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Langweilige Postkarten: Boring Postcards Germany Hardcover – 15 May 2001

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Hardcover, 15 May 2001
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Product details

  • Hardcover: 176 pages
  • Publisher: Phaidon Press (15 May 2001)
  • Language: English
  • ISBN-10: 0714840629
  • ISBN-13: 978-0714840628
  • Product Dimensions: 15.9 x 1.9 x 21 cm
  • Average Customer Review: 5.0 out of 5 stars  See all reviews (1 customer review)
  • Amazon Bestsellers Rank: 792,814 in Books (See Top 100 in Books)

Product Description

Amazon Review

Boredom amounts to the same in any culture, but English photographer Martin Parr, who curates Langweilige Postkarten (Boring Postcards Germany) as he did its precursors, Boring Postcards and Boring Postcards USA, has elevated it to an art form in all. What this new collection illustrates graphically is the remarkable similarity between post-war Britain and Germany, in terms of cube-shaped (rather than Cubist), grey, functional designs, unaccountably celebrated in card form as urbanscapes to cherish. Which, with retrospective post-modern irony, they are. Such kitsch could be over-sold, with rhapsodising commentary, but Parr has allowed the imagery space, which is the only way such a project could succeed. Consequently, the cumulative effect is considerable, as you start to manoeuvre through the monotony, eager to spot subtle difference, defining features, and socio-historical meaning. Very quickly, the eye starts to sort the images of East and West, not just through the makes of car (Trabant in the GDR, anything but in the West), but the architectural designs, people's clothes, even the image selection. Roads are straight, service stations, or Autobahn-Raststätten, severe (one stunning card reveals a particularly drab canteen with people sitting meekly at tables, despite all the food displays being closed), petrol filling stations abound, and the key word seems municipal. Even hotels, indulgers of weary flesh, resemble bunkers, or faceless public housing.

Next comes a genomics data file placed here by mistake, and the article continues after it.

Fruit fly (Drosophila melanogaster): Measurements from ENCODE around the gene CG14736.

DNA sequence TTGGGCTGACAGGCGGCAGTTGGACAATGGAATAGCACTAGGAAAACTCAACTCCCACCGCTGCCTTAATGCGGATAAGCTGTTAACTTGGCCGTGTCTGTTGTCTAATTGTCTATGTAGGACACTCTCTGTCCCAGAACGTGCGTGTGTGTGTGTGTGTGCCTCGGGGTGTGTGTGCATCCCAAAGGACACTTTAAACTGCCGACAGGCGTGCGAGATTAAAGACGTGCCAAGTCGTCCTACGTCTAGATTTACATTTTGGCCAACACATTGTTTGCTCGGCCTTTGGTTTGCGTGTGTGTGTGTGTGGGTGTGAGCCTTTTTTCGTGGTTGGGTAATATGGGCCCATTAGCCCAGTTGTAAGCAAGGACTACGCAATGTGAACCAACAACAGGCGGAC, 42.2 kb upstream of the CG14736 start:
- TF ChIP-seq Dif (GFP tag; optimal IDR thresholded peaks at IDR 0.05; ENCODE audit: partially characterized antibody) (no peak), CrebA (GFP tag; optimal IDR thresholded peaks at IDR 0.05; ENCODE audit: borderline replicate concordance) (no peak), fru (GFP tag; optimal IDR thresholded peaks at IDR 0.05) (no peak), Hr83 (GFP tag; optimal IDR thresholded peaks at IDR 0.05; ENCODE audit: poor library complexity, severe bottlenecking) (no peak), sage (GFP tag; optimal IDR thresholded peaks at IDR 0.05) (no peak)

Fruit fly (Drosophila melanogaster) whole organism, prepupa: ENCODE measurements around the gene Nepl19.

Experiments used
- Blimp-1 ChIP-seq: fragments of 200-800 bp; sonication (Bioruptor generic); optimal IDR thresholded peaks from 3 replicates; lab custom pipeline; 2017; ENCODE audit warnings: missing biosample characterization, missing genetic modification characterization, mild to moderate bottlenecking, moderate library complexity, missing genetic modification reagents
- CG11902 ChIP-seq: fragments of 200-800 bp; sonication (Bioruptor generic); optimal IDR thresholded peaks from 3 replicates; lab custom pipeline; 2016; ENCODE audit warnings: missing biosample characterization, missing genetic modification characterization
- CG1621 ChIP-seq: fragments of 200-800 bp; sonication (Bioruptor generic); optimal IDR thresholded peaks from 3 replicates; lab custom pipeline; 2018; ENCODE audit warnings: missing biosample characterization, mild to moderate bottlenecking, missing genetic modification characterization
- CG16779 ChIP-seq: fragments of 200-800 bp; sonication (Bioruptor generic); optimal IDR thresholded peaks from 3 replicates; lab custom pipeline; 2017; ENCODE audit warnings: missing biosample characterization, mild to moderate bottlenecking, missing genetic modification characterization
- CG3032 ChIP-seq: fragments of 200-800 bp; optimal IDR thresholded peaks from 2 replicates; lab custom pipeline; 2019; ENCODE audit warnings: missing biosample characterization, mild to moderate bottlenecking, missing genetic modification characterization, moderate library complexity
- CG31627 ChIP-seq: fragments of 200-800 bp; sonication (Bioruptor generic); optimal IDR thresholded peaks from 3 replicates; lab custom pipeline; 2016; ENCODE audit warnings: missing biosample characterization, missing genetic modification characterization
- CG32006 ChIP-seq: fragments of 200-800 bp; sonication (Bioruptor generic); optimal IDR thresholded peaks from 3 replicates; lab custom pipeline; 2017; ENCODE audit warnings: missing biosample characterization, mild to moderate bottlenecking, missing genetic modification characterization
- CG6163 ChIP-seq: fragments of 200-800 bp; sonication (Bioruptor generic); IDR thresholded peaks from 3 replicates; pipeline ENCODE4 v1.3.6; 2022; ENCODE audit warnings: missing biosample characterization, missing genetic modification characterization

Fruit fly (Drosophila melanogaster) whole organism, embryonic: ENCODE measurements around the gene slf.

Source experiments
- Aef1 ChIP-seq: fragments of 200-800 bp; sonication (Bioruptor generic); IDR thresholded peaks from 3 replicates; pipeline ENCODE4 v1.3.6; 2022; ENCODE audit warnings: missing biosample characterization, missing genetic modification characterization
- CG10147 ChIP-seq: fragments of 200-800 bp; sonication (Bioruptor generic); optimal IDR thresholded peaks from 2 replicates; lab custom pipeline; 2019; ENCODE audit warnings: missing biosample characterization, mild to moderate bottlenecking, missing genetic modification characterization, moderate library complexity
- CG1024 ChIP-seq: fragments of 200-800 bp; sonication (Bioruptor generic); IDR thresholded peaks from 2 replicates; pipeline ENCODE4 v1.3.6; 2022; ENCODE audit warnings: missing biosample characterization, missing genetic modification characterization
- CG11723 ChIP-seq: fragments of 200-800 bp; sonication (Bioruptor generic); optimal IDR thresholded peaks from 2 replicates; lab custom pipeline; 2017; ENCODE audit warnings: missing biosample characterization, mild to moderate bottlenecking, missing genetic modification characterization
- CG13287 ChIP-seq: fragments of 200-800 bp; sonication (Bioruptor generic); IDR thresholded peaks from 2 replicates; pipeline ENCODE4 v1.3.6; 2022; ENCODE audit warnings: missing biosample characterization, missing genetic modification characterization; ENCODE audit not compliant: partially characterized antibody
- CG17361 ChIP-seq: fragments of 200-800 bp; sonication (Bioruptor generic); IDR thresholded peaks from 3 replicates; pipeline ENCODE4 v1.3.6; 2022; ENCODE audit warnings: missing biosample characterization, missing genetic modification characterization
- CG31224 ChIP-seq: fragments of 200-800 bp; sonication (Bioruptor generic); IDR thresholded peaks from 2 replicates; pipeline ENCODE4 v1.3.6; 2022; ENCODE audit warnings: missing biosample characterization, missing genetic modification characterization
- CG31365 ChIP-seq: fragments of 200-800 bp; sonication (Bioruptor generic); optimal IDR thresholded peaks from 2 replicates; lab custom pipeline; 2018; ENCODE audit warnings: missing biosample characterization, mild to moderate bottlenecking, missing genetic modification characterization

Arrayed as if in a family photograph album, the images recall a bygone age of post-war reconstruction, when the emphasis was on logistics: transport, accommodation, and a general, unfussy, symmetrical solidness, symbolised by bad design, and worse upholstery. It's both awful and awe-inspiring, this industrial sprawl and set-square architecture, the bleakly familiar caravan-lined coastline. There is also, presumably to the delight of the curator, a run-of-the-mill, mock-Alpine gasthaus named Hotel Parr. And yet, this is life, as rich in its resurgent functionality as Gaudi's flamboyance. Best enjoyed with a tepid flute of Liebfraumilch, and Kraftwerk on the stereo. --David Vincent


'Not to be missed: 160 views of Germany ... each more dreary than the next - and yet more comical. Langweillige Postkarten is not boring at all.' (Die Tageszeitung)

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5 of 6 people found the following review helpful By ricadus on 2 Nov 2001
This, the third book in the series, is perhaps the most successful. The previous books (of British and American postcards) seemed little more than typical 1950s and 60s retro-kitsch because they lacked the particular historical context that this book has, with its depiction of postwar German society in denial of its catastrophic Nazi past.
These postcard views have no grandiose classical architecture and few scenes that evoke a sentimentalized Germanic past. Instead what we are shown is a calm, clean world of (then) ultra-modern social housing and road networks, of safety and prosperity. All traces of the old pre-war Germany are absent, save for the occasional church spire peeping modestly over the tops of newly constructed facades.
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Most Helpful Customer Reviews on Amazon.com (beta)

Amazon.com: 2 reviews
9 of 9 people found the following review helpful
Irresistible little gem of a book! 7 April 2003
By Jill Bredal - Published on Amazon.com
There is something addictive about this little book, filled with seemingly dull, commercial postcards from Germany. The heft and compact size of it make you want to pick it up again and again and dream about the modern Europe of the 60's and 70's. No words get in the way. The images are of autobahns, health spas, restaurants, apartment buildings...and the overall effect of seeing these tidy, newly built spaces--without people--is somehow poignant, hopeful, serene and surreal. Often, geometric shapes dominate a landscape or visual field, and the postcard becomes a reduced, abstract scene which may or may not have been photographed on earth. "Boring" postcards is strangely fascinating!
6 of 22 people found the following review helpful
Is this the best book I have ever read? 15 July 2001
By A Customer - Published on Amazon.com
Verified Purchase
Yes, this is the best book I have ever read.
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